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The renowned architect Guilford Bell was famous for the use of symmetry in his homes. Fireplaces in living areas were often framed by two doorways, one either side. Taken to the extreme, some of his homes even included two sets of street numbers, placed on either side of the façade. “There’s a sense of calm and order with symmetrical designs. Symmetrical features and spaces also have a sense of familiarity and nothing is jarring,” architect Ed Lippmann says. “People naturally respond to symmetry.”
The Lippmann Partnership designed a two-storey symmetrical house in Watsons Bay, Sydney. Timber features extensively inside and out, to allow the symmetrical form to be clearly “read”. The house is composed of six identical-sized modules, each one measuring six metres in width and four metres in depth. “The dimensions meant that each module could fit into the back of a truck, but they also allowed uniform plywood lining on walls, floor and ceilings,” Lippmann says.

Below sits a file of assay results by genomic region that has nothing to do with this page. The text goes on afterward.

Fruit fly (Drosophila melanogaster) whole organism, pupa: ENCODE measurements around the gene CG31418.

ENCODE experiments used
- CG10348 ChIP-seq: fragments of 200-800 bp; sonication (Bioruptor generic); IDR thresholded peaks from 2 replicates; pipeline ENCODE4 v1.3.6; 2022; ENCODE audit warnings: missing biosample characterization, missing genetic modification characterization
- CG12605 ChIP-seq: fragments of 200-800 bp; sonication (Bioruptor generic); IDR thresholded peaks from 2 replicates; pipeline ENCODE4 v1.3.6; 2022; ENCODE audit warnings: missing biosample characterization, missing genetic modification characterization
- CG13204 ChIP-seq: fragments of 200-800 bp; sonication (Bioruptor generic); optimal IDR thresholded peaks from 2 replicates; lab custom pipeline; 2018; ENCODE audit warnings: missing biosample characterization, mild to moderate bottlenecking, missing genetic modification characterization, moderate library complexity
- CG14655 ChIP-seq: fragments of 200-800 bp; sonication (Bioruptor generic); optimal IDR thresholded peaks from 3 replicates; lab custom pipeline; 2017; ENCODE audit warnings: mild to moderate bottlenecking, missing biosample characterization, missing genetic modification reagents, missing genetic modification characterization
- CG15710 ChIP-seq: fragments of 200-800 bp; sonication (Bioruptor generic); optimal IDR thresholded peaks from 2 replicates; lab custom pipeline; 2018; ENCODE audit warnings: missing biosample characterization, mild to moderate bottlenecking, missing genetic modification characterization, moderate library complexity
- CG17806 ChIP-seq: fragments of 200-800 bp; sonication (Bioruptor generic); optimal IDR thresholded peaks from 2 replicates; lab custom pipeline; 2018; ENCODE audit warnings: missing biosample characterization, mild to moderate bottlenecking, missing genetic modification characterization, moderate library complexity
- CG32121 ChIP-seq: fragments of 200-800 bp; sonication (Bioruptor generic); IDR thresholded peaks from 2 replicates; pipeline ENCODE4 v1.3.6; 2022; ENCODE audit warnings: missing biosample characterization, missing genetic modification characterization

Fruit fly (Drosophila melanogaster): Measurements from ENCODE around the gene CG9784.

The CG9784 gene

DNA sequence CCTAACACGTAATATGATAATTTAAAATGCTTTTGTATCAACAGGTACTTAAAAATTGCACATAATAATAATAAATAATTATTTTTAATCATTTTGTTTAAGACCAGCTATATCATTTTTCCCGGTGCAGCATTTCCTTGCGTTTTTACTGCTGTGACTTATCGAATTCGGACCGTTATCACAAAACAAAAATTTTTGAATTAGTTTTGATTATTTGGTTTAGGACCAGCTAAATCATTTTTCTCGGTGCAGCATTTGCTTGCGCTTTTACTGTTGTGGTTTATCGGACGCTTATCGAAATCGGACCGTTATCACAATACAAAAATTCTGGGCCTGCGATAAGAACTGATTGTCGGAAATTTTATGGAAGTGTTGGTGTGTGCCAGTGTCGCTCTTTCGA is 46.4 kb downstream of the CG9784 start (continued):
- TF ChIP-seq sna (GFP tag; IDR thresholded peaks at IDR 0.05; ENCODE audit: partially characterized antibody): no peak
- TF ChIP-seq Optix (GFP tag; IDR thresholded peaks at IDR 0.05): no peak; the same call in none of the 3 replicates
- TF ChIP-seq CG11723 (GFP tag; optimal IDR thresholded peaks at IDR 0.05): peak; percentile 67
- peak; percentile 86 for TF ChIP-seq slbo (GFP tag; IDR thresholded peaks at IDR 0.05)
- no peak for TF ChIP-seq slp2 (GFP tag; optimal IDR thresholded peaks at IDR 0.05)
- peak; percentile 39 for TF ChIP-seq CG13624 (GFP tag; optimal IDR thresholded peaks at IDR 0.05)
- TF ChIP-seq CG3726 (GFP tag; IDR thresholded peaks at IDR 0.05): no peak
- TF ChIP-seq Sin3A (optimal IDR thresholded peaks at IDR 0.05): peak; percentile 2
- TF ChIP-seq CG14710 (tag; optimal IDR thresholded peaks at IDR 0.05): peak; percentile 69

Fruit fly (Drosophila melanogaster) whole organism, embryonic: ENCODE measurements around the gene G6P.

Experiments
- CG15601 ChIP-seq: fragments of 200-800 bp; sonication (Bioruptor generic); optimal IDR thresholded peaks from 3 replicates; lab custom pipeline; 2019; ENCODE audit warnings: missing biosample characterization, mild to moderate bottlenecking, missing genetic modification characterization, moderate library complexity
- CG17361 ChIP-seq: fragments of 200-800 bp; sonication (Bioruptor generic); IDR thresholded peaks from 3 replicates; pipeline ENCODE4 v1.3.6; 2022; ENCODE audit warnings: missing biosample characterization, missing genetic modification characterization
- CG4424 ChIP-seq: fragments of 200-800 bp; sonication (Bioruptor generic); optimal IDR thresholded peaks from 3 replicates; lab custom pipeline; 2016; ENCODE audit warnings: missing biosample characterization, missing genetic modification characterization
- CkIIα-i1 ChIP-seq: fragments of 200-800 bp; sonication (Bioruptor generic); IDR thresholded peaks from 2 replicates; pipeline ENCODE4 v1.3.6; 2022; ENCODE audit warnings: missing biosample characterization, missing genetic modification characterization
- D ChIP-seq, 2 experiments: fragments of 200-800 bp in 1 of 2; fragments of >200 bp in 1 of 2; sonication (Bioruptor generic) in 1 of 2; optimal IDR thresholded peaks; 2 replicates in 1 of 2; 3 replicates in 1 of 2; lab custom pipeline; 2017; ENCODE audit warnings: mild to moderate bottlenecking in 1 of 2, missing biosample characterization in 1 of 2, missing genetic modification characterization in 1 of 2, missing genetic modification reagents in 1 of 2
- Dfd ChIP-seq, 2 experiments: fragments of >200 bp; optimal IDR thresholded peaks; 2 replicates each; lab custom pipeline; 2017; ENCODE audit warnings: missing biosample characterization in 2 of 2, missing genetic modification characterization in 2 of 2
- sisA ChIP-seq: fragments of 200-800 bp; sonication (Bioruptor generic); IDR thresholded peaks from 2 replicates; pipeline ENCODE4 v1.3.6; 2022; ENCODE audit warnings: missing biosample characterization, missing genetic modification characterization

At ground level of the Watsons Bay house are the kitchen, living and dining areas, as well as what Lippmann refers to as a symmetrical, pill-shaped guest powder room. Clad in ebony, the identical rounded ends create a sense of an object within the space. Upstairs are three bedrooms, including the main bedroom with dressing area. “The symmetry brings a mathematical discipline to the design. There’s a sense of logic, with spaces that have a sense of order,” says Lippmann, who often feels “deconstructed” design, with spaces and features adding surprise, can, if not handled appropriately, brings a sense of confusion. ….